What is the Sandwich Generation?Caregiving | March 24, 2016
The term “the sandwich generation” was added to both the Merriam-Webster and Oxford dictionaries around 10 years ago. When you think about it as far as a caregiving role, the term makes perfect sense; it refers to an adult caregiver who is “sandwiched” between caring for their own children and caring for elderly parents.
Sandwich Generation Facts and Statistics
With life expectancy rates on the rise due to the better healthcare services available today and people living healthier, active lives, this larger amount of older adults has ultimately created a need for more caregivers. Also, because many couples are waiting longer to have children, with many starting families in their mid to late 30s, as their parents grow older these couples still have younger children who are dependent on them.
According to a recent survey from the Pew Research Center, almost half of adults between the ages of 40 and 59 have both a parent aged 65 or older and a young child they are raising, and 15% of these adults are providing financial support to both their parent and child.
A few other interesting facts and statistics about the sandwich generation include:
- 75% of all adults say they feel a responsibility to provide financial assistance to an aging parent when needed.
- Members of the sandwich generation are mostly middle-aged, with 71% being between the ages of 40-59; 19% are younger than 40 and 10% are 60 or older.
- Married adults are more likely than unmarried adults to be sandwiched between caring for elderly parents and their children, with 38% being married and only 13% being unmarried.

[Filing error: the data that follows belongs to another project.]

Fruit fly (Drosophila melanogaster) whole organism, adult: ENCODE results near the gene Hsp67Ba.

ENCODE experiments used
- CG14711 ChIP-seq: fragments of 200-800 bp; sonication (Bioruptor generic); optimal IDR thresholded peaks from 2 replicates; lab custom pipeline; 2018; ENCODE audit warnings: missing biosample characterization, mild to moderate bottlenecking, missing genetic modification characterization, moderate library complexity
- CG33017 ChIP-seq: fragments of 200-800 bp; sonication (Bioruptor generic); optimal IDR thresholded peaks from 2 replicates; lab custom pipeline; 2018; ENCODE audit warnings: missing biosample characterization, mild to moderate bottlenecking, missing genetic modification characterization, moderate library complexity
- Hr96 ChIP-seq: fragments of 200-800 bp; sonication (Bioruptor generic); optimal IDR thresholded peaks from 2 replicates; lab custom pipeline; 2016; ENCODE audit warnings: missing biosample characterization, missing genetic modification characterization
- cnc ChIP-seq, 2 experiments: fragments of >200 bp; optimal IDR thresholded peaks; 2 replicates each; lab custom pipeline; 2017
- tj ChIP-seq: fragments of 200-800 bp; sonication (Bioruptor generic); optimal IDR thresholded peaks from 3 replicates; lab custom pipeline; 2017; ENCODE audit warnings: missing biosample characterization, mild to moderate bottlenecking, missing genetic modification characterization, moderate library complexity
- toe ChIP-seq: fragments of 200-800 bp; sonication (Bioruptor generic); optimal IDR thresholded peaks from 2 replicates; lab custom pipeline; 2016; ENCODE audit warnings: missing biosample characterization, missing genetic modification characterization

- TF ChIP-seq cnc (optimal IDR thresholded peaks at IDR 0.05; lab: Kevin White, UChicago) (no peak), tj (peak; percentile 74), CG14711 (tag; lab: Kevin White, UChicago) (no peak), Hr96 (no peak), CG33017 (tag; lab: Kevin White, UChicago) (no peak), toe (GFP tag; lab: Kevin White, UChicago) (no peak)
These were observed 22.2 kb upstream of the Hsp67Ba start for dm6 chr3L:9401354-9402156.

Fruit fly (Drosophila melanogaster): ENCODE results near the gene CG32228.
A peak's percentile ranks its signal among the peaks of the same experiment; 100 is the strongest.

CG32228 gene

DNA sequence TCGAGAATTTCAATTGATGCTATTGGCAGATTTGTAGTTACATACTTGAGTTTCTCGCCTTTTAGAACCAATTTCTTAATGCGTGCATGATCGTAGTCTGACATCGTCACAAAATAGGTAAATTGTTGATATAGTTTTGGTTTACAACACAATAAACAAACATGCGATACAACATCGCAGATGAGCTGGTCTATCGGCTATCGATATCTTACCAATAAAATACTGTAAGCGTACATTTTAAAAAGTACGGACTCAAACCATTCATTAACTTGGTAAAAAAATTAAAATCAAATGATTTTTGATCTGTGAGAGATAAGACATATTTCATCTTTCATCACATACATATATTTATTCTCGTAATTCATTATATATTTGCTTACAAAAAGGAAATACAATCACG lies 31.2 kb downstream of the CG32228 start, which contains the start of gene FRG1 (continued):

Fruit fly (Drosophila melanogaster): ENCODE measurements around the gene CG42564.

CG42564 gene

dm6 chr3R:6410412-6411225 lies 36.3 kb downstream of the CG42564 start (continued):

- 23% of adults have provided financial support to an aging parent in the past year, with 72% reporting that this assistance was for ongoing expenses.
- Family caregivers are predominantly women, although there are now more and more men also finding themselves in a caregiving role caught between the generations.
Caring for Elderly Parents and Children at the Same Time
These multigenerational family caregivers often face high levels of stress and report that they constantly feel pressed for time or feel rushed to get daily tasks accomplished. They can feel a strain on their own finances or their careers, with many leaving the workforce altogether to focus on their caregiving role. When you think about everything that it takes to raise a child, from activities like driving to multiple after school activities and helping with homework, and add in caring for an aging parent on top of that, it’s easy to see how these family caregivers can easily become overwhelmed from their responsibilities.
That said, there are also some distinct perks of a multigenerational household. Despite the stress and financial hardships, having both young children and aging parents together in the same home can bring closer relationships among the family. Children get to know their grandparents on a deeper level, and both young and old can benefit by learning from each other’s experiences. Family caregivers often feel good about their role, and 31% report that they are happy with their lives overall.
If you’re a member of the sandwich generation, it’s important to remember to take care of your own health. The healthier and less stressed you are, the better caregiver you’ll be. Seek help from others when needed, whether it’s asking for assistance from other family members or finding respite care services to give you that break you need.
For more information about American Senior Communities, please visit www.ASCSeniorCare.com.